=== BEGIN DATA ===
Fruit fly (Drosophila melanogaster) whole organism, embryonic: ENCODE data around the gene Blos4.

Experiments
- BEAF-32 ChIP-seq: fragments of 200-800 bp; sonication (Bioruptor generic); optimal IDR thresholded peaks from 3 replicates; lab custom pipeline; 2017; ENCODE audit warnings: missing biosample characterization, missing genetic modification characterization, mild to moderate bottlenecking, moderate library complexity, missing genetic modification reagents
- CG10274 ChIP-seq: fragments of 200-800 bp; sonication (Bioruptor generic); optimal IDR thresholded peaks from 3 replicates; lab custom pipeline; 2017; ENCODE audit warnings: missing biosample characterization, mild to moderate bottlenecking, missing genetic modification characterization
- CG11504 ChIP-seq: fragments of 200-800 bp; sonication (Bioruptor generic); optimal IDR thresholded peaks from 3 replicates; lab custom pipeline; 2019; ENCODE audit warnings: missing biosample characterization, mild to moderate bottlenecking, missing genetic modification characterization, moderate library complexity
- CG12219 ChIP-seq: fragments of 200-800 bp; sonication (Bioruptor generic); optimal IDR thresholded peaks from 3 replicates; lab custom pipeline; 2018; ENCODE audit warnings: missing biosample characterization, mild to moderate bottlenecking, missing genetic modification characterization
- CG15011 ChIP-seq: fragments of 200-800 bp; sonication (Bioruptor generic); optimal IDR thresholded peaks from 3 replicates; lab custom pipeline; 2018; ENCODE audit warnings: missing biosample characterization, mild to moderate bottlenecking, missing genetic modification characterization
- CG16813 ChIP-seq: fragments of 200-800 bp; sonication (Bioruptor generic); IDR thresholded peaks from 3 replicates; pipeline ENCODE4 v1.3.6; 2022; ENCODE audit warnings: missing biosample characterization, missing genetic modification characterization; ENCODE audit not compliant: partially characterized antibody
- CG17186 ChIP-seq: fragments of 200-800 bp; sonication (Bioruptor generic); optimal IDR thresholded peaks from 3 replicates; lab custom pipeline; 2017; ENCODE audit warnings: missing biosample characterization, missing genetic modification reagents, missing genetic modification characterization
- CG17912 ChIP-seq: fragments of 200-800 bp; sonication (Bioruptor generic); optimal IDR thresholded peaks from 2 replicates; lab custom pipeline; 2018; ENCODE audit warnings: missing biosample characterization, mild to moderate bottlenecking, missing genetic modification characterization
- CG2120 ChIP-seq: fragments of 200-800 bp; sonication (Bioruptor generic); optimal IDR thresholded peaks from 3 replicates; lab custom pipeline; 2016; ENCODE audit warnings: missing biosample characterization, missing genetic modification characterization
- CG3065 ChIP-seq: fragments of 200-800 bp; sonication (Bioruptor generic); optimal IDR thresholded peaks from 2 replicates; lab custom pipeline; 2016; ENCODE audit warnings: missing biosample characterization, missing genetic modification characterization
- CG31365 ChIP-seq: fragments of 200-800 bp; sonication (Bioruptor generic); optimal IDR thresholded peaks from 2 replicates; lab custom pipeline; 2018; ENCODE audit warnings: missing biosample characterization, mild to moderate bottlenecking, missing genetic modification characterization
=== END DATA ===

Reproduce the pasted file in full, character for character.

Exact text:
Fruit fly (Drosophila melanogaster) whole organism, embryonic: ENCODE data around the gene Blos4.

Experiments
- BEAF-32 ChIP-seq: fragments of 200-800 bp; sonication (Bioruptor generic); optimal IDR thresholded peaks from 3 replicates; lab custom pipeline; 2017; ENCODE audit warnings: missing biosample characterization, missing genetic modification characterization, mild to moderate bottlenecking, moderate library complexity, missing genetic modification reagents
- CG10274 ChIP-seq: fragments of 200-800 bp; sonication (Bioruptor generic); optimal IDR thresholded peaks from 3 replicates; lab custom pipeline; 2017; ENCODE audit warnings: missing biosample characterization, mild to moderate bottlenecking, missing genetic modification characterization
- CG11504 ChIP-seq: fragments of 200-800 bp; sonication (Bioruptor generic); optimal IDR thresholded peaks from 3 replicates; lab custom pipeline; 2019; ENCODE audit warnings: missing biosample characterization, mild to moderate bottlenecking, missing genetic modification characterization, moderate library complexity
- CG12219 ChIP-seq: fragments of 200-800 bp; sonication (Bioruptor generic); optimal IDR thresholded peaks from 3 replicates; lab custom pipeline; 2018; ENCODE audit warnings: missing biosample characterization, mild to moderate bottlenecking, missing genetic modification characterization
- CG15011 ChIP-seq: fragments of 200-800 bp; sonication (Bioruptor generic); optimal IDR thresholded peaks from 3 replicates; lab custom pipeline; 2018; ENCODE audit warnings: missing biosample characterization, mild to moderate bottlenecking, missing genetic modification characterization
- CG16813 ChIP-seq: fragments of 200-800 bp; sonication (Bioruptor generic); IDR thresholded peaks from 3 replicates; pipeline ENCODE4 v1.3.6; 2022; ENCODE audit warnings: missing biosample characterization, missing genetic modification characterization; ENCODE audit not compliant: partially characterized antibody
- CG17186 ChIP-seq: fragments of 200-800 bp; sonication (Bioruptor generic); optimal IDR thresholded peaks from 3 replicates; lab custom pipeline; 2017; ENCODE audit warnings: missing biosample characterization, missing genetic modification reagents, missing genetic modification characterization
- CG17912 ChIP-seq: fragments of 200-800 bp; sonication (Bioruptor generic); optimal IDR thresholded peaks from 2 replicates; lab custom pipeline; 2018; ENCODE audit warnings: missing biosample characterization, mild to moderate bottlenecking, missing genetic modification characterization
- CG2120 ChIP-seq: fragments of 200-800 bp; sonication (Bioruptor generic); optimal IDR thresholded peaks from 3 replicates; lab custom pipeline; 2016; ENCODE audit warnings: missing biosample characterization, missing genetic modification characterization
- CG3065 ChIP-seq: fragments of 200-800 bp; sonication (Bioruptor generic); optimal IDR thresholded peaks from 2 replicates; lab custom pipeline; 2016; ENCODE audit warnings: missing biosample characterization, missing genetic modification characterization
- CG31365 ChIP-seq: fragments of 200-800 bp; sonication (Bioruptor generic); optimal IDR thresholded peaks from 2 replicates; lab custom pipeline; 2018; ENCODE audit warnings: missing biosample characterization, mild to moderate bottlenecking, missing genetic modification characterization